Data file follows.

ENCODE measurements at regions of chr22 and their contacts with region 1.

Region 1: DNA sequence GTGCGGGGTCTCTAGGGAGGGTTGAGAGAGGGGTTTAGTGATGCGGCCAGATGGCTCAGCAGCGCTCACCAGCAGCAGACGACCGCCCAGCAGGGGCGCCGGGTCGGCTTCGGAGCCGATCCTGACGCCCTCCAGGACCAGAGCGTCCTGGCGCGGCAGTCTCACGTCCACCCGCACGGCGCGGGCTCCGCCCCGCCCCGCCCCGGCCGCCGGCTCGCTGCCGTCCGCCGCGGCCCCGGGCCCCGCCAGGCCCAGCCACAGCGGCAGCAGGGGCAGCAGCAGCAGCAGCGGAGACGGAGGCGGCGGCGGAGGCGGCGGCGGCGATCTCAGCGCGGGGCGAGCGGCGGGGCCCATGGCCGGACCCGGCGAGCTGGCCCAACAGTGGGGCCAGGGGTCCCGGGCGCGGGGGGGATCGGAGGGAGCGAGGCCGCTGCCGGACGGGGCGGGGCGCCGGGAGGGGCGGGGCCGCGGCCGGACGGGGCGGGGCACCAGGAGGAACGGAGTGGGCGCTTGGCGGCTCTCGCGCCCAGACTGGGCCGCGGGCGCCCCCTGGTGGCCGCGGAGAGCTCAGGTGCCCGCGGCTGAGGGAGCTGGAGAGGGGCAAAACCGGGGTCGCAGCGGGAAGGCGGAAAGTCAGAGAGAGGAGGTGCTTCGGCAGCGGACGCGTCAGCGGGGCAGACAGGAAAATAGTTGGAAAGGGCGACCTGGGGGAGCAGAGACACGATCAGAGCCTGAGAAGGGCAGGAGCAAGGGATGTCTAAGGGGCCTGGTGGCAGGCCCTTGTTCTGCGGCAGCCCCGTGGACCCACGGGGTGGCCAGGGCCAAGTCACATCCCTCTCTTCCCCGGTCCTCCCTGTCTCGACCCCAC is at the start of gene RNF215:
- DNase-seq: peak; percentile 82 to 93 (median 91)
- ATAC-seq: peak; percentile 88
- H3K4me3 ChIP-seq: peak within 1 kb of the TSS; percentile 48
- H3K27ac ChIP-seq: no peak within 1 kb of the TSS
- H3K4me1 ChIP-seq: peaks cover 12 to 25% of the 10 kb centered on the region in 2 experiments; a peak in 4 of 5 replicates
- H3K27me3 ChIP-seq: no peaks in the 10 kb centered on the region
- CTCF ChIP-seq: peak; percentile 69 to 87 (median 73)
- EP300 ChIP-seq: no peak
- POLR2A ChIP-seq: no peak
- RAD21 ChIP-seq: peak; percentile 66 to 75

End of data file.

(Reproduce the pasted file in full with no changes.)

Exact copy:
ENCODE measurements at regions of chr22 and their contacts with region 1.

Region 1: DNA sequence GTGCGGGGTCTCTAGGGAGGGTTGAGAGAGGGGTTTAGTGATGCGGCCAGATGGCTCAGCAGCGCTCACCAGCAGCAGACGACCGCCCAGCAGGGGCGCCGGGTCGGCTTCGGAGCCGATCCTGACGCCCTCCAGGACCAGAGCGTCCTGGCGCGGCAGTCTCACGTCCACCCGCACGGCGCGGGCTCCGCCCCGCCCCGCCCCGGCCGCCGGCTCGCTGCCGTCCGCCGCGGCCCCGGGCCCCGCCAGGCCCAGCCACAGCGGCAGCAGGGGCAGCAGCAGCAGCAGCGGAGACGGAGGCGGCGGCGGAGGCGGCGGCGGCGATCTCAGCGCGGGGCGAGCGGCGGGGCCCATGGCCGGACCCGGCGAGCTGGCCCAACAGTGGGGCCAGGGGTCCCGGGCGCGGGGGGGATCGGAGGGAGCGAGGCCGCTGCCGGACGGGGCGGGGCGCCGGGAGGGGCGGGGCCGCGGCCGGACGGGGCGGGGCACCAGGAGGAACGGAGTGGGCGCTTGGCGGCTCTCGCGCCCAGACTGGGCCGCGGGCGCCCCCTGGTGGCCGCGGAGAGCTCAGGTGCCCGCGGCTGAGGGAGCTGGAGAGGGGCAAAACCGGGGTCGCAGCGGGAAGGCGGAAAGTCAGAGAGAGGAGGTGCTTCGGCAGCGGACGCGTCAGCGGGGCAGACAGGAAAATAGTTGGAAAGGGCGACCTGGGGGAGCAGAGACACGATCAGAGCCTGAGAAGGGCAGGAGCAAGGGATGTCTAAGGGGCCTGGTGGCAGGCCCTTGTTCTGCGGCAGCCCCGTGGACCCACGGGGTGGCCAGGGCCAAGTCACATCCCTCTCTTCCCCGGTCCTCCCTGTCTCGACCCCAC is at the start of gene RNF215:
- DNase-seq: peak; percentile 82 to 93 (median 91)
- ATAC-seq: peak; percentile 88
- H3K4me3 ChIP-seq: peak within 1 kb of the TSS; percentile 48
- H3K27ac ChIP-seq: no peak within 1 kb of the TSS
- H3K4me1 ChIP-seq: peaks cover 12 to 25% of the 10 kb centered on the region in 2 experiments; a peak in 4 of 5 replicates
- H3K27me3 ChIP-seq: no peaks in the 10 kb centered on the region
- CTCF ChIP-seq: peak; percentile 69 to 87 (median 73)
- EP300 ChIP-seq: no peak
- POLR2A ChIP-seq: no peak
- RAD21 ChIP-seq: peak; percentile 66 to 75